Comparative study of flocculation and adsorption behaviour of water treatment proteins from Moringa peregrina and Moringa oleifera seeds
Shirin Nouhi1,2*, Habauka M. Kwaambwa3, Philipp Gutfreund 4 & Adrian R. Rennie1
Trees of Moringa oleifera are the most widely exploited species of Moringa and proteins extracted from its seeds have been identified as the most efficient natural coagulant for water purification. Largely for climatic reasons, other Moringa species are more accessible in some regions and this paper presents a comparative study of the adsorption to different materials of the proteins extracted from seeds of Moringa peregrina and Moringa oleifera to explore their use as flocculating agents in regions where each is more readily accessible. Results showed that Moringa peregrina seed proteins had higher adsorption to alumina compared to silica, in contrast to opposite behavior for Moringa oleifera. Both species
provide cationic proteins that can act as effective coagulants for the various impurities with different surface potential. Despite the considerable similarity of the amino acid composition, the seed proteins have significantly different adsorption and this presents the opportunity to improve processes by choosing the optimal species or combination of species depending on the type of impurity or possible development of separation processes.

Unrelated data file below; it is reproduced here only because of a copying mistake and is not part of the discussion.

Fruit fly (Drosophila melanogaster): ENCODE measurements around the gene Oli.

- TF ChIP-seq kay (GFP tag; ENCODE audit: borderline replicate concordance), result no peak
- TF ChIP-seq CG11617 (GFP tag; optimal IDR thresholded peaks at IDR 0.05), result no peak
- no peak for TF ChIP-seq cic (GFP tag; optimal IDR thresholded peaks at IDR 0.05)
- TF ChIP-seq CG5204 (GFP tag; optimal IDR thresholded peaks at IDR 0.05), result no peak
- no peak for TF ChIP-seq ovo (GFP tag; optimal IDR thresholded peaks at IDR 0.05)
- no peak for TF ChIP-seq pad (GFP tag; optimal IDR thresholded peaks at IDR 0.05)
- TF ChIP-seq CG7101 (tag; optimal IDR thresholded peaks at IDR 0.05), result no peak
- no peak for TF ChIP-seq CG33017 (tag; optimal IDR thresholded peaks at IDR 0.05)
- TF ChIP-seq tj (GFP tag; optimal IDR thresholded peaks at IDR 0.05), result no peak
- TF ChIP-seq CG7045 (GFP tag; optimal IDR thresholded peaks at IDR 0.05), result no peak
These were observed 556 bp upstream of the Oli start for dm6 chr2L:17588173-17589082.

Challenges in Water Purification
Remediation and purification of water remain a major challenge for environmental engineering in many areas: there is a continuing pressure to provide safer water supplies. Costs must be carefully controlled, and it is highly desirable to avoid the use of treatment chemicals that could be toxic if used incorrectly or in excess. Furthermore, there is a need to develop processes that do not require the supervision of trained technical personnel particularly in rural areas in developing countries. These reasons are some of the powerful drivers to investigate the exploitation of non-traditional technology in water purification. In treatment of water for human consumption or the remediation of wastewater, a common first step is clarification by coagulation or flocculation of particulate impurities that can then settle or float according to their density. This process is important both to remove potentially toxic material but also to enable further stages such as disinfection where the required amounts of oxidizing agents such as chlorine or ozone would be substantially increased if there were too much organic residue. Even ultraviolet irradiation requires adequate water clarity. Many specifications for water treatment, therefore, impose standards of sufficiently low turbidity not only because discolored water is unattractive. The process of flocculation of the impurities has been described extensively1 and involves controlled stirring and reduction the stability of particles. Often particulate impurities are negatively charged. In brief, colloidal stability is usually reduced by adding polyvalent salts such as aluminum sulfate or iron (III) chloride2, or by adding synthetic polymers that are often cationic3. The mechanism in the first case depends on screening the charged repulsion that imparts colloidal stability to the particles. In the latter case, the polymers are chosen to adsorb (…)